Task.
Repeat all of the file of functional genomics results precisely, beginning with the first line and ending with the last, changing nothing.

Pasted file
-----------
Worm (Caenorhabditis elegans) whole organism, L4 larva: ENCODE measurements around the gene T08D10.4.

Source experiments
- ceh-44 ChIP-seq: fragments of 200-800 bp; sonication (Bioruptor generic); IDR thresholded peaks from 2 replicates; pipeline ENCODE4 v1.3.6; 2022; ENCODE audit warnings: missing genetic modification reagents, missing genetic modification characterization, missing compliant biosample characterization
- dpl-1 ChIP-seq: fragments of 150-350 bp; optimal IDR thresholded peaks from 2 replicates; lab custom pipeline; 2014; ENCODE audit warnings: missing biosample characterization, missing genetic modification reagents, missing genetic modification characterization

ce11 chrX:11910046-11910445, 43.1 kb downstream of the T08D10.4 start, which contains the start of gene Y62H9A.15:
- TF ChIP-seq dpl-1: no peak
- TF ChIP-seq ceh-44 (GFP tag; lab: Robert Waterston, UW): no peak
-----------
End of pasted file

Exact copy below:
Worm (Caenorhabditis elegans) whole organism, L4 larva: ENCODE measurements around the gene T08D10.4.

Source experiments
- ceh-44 ChIP-seq: fragments of 200-800 bp; sonication (Bioruptor generic); IDR thresholded peaks from 2 replicates; pipeline ENCODE4 v1.3.6; 2022; ENCODE audit warnings: missing genetic modification reagents, missing genetic modification characterization, missing compliant biosample characterization
- dpl-1 ChIP-seq: fragments of 150-350 bp; optimal IDR thresholded peaks from 2 replicates; lab custom pipeline; 2014; ENCODE audit warnings: missing biosample characterization, missing genetic modification reagents, missing genetic modification characterization

ce11 chrX:11910046-11910445, 43.1 kb downstream of the T08D10.4 start, which contains the start of gene Y62H9A.15:
- TF ChIP-seq dpl-1: no peak
- TF ChIP-seq ceh-44 (GFP tag; lab: Robert Waterston, UW): no peak